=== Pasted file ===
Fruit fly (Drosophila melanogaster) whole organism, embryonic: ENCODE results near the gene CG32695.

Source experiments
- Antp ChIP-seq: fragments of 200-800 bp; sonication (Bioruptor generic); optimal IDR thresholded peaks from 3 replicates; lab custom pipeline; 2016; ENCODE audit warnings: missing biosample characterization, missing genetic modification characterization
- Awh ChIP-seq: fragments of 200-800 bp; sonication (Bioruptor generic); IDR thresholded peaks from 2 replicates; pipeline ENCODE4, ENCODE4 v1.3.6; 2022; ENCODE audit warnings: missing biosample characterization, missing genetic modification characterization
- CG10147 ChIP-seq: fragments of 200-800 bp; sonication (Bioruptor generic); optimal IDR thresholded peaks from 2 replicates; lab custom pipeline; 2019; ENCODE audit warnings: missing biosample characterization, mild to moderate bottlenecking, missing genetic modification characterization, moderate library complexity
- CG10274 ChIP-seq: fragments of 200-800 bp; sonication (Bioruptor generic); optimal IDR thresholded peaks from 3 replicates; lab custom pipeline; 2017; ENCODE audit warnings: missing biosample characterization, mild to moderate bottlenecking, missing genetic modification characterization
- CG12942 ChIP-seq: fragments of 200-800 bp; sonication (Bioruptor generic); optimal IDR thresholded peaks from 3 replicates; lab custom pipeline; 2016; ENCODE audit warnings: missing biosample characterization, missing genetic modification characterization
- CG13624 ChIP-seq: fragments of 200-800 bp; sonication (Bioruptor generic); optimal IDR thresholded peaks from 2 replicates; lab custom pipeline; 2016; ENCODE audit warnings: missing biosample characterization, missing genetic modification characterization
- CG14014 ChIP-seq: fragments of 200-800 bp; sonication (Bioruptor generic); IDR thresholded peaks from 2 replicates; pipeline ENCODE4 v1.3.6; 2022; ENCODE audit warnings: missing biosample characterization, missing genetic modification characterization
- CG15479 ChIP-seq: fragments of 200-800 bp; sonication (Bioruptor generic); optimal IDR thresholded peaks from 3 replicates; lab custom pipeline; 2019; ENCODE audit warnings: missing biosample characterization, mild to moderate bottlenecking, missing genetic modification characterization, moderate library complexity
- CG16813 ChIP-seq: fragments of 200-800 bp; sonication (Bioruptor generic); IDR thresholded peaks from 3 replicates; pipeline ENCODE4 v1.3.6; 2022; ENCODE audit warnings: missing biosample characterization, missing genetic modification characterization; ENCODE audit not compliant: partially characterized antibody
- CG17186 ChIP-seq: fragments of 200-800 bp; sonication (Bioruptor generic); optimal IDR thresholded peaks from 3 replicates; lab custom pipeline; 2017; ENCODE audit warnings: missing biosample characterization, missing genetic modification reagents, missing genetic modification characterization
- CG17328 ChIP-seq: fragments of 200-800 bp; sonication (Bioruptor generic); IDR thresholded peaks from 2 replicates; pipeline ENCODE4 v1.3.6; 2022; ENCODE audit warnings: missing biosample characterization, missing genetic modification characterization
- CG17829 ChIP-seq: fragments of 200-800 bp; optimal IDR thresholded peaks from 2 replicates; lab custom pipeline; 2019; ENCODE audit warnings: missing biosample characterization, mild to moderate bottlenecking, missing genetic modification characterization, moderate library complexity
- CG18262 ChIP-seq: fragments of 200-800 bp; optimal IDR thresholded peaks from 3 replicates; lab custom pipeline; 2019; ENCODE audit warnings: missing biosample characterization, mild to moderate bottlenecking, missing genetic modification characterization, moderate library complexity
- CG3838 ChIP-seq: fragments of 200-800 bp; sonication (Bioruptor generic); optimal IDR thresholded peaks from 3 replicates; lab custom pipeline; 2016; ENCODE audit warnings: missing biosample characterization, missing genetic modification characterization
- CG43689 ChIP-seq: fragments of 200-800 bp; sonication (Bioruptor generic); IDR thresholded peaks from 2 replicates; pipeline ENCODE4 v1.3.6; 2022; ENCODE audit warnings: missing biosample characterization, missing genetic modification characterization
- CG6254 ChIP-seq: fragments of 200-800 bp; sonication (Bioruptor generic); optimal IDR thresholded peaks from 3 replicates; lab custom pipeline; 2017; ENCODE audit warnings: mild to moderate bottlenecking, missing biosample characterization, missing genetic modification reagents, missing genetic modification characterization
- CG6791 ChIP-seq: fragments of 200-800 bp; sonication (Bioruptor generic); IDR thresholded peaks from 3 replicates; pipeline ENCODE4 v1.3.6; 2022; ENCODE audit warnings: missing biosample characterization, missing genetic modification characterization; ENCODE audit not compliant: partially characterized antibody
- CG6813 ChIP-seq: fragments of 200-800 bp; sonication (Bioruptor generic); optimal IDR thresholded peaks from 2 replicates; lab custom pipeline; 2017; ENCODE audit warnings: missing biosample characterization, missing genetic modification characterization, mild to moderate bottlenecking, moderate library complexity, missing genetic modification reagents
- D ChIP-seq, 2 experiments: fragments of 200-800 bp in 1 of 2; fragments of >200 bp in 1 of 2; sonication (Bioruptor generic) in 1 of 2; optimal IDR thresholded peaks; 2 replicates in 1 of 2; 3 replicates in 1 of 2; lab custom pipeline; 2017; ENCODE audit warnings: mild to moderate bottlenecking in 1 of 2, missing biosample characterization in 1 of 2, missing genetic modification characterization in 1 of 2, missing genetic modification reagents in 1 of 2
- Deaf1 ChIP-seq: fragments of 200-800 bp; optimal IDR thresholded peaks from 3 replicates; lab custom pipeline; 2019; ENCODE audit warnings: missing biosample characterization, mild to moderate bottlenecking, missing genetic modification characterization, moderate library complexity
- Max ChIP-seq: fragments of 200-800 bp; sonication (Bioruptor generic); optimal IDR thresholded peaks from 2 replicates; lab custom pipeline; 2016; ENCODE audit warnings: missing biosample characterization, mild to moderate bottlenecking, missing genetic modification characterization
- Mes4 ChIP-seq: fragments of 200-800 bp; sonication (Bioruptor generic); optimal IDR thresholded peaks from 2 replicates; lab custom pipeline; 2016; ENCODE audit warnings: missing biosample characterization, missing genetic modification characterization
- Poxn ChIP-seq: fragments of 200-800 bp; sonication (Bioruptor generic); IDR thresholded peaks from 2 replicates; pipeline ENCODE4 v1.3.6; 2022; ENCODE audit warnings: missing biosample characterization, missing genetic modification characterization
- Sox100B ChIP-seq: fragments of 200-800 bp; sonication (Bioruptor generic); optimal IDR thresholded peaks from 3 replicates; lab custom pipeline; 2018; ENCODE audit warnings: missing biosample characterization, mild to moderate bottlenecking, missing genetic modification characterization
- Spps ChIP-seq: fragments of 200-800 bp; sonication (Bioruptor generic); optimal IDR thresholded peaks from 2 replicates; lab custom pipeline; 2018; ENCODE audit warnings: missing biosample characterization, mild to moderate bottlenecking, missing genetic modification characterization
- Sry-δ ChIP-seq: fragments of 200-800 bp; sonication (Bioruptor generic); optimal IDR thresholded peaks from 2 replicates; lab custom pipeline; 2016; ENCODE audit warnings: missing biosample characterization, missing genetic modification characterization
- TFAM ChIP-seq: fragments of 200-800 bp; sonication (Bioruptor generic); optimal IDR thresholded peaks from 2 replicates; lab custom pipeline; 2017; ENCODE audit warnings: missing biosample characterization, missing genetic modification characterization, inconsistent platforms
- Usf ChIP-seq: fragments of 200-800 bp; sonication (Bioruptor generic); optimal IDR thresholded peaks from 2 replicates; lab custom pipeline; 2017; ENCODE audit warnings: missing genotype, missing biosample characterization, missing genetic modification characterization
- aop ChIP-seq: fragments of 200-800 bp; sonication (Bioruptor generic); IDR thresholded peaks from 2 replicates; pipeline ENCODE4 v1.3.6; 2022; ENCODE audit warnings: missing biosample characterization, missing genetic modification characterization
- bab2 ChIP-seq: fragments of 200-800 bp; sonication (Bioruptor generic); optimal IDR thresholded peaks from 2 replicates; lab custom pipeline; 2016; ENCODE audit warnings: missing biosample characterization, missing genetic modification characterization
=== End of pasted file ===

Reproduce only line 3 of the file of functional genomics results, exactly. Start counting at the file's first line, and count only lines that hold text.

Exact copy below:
- Antp ChIP-seq: fragments of 200-800 bp; sonication (Bioruptor generic); optimal IDR thresholded peaks from 3 replicates; lab custom pipeline; 2016; ENCODE audit warnings: missing biosample characterization, missing genetic modification characterization